Media coverage across the U.K. has been unanimous: Prime Minister Theresa May has gambled on her government's future and it has badly backfired.
The Conservative leader called the snap election to strengthen her parliamentary presence ahead of tough negotiations to take the country out of the European Union. However, this aim has failed with the results now officially confirming that no party has gained a majority in the election.
Despite a bruising election result for her Conservative party, May will seek permission from the Queen to form a new government on Friday, according to a spokesperson from her office.
CNBC takes a look at the main newspaper headlines in the U.K. on Friday morning.
Nearly all votes have been counted and indicate that the U.K. will have a hung parliament with the Conservatives as the largest party.
Commentators had speculated that Theresa May's might even resign on Friday. Labour opponent Jeremy Corbyn said: "The prime minister called this election because she wanted a mandate. Well the mandate she's got is lost Conservative seats, lost votes, lost support and lost confidence ... I would have thought that's enough to go, actually."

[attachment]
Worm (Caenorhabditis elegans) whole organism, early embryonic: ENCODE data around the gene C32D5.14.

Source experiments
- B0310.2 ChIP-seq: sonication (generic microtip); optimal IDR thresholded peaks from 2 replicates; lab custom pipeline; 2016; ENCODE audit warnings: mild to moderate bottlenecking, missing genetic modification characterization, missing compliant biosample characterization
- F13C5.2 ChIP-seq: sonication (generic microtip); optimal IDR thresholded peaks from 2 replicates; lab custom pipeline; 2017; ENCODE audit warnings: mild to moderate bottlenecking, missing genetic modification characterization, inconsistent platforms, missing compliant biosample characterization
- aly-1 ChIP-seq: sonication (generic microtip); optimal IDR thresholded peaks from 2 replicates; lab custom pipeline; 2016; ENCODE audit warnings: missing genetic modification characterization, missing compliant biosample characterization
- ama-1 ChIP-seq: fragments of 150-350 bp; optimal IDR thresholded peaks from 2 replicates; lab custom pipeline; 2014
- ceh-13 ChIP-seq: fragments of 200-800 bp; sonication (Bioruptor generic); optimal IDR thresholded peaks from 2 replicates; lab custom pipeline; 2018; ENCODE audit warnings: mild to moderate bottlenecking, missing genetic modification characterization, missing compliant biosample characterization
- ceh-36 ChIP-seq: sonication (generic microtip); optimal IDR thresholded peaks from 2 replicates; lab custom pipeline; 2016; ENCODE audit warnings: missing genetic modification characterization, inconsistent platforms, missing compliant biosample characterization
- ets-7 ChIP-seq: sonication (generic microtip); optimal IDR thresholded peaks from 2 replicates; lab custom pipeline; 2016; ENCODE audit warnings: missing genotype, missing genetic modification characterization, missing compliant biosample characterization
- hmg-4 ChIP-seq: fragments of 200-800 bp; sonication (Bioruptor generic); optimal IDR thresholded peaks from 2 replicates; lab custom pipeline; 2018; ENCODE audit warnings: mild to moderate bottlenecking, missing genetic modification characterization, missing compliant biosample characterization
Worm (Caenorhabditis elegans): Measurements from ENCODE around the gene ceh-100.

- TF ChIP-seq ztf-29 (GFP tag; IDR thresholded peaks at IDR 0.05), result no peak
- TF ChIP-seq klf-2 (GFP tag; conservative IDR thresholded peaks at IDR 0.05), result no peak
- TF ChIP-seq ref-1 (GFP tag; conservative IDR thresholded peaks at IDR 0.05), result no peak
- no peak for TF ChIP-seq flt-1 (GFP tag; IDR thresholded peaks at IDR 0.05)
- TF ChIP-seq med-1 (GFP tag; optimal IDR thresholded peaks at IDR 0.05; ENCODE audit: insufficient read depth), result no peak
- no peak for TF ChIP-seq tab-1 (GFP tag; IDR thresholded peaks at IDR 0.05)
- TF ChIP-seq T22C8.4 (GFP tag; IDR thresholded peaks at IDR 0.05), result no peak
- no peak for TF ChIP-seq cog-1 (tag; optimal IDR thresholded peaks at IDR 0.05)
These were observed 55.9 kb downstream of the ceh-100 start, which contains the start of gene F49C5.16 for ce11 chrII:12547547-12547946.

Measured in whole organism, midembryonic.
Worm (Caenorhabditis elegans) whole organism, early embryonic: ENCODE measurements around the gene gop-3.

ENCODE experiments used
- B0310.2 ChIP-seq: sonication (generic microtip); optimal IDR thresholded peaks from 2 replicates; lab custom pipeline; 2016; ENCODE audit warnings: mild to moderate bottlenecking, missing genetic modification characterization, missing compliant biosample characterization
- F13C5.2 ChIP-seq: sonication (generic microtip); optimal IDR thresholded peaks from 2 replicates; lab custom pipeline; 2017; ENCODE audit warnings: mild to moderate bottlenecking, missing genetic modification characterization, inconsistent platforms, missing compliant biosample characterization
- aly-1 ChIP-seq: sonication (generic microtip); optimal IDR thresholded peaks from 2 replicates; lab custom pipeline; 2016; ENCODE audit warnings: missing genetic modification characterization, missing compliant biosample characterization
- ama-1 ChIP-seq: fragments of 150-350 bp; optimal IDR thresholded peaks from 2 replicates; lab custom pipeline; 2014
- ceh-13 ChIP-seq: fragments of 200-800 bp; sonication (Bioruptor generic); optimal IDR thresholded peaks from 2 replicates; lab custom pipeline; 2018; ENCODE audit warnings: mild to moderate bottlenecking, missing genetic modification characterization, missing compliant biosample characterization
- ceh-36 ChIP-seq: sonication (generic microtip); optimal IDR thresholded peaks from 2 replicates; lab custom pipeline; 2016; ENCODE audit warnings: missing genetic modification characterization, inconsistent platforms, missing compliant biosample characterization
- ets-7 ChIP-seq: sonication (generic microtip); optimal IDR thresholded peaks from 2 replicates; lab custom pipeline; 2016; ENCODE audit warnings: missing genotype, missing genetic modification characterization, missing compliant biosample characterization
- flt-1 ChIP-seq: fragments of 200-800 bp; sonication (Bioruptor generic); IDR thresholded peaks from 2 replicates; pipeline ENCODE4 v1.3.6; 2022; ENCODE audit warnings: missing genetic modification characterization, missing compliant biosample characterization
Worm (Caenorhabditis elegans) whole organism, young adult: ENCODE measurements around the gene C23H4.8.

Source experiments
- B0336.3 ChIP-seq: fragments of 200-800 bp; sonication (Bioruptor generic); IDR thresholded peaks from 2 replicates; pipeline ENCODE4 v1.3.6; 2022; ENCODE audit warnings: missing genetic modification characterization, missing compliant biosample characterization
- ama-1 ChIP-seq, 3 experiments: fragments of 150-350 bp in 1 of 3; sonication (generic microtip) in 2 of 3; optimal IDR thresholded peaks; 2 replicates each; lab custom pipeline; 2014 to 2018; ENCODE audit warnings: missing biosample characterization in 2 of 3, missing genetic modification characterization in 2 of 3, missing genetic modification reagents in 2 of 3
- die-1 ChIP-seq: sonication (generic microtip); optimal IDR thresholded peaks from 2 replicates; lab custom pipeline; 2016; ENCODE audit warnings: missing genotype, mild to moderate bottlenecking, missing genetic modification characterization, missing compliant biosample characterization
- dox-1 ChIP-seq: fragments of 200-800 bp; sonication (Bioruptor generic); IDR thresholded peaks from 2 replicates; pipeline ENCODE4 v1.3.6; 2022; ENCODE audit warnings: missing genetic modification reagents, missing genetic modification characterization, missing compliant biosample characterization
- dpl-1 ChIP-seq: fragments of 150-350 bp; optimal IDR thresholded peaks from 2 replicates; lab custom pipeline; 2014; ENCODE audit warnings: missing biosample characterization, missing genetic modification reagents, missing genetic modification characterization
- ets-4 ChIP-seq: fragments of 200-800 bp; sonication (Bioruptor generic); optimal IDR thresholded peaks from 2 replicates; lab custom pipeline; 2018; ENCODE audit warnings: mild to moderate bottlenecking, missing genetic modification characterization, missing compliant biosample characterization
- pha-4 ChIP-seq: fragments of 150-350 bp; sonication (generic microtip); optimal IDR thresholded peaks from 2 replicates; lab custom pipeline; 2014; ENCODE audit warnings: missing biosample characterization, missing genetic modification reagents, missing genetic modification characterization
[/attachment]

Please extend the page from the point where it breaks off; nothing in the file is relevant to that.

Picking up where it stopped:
Speaking in Maidenhead overnight, Theresa May said: "At this time more than anything else, this country needs a period of stability." By Friday morning, May was due to meet the Queen and seek permission to form a new government.
On April 18, PM May surprised onlookers by calling a snap election— a decision aimed at strengthening her mandate to see the country through a hard Brexit. At that point, the Conservatives were polling ahead of Labour but as the campaign progressed, the polls narrowed sharply.
Meanwhile, analysts have started questioning the impact of the vote on the upcoming Brexit talks.
JPMorgan said in a note Friday morning that Brexit talks, which were scheduled to begin on June 19, are likely to be delayed due to the political instability in the U.K.
The British pound dropped sharply in Asian trade on Friday, briefly falling below the $1.27 handle to a multi-month low. For the session, it is now down nearly 2 percent against the dollar, trading at $1.2705 at 6:30 a.m. London time and continuing to fluctuate wildly.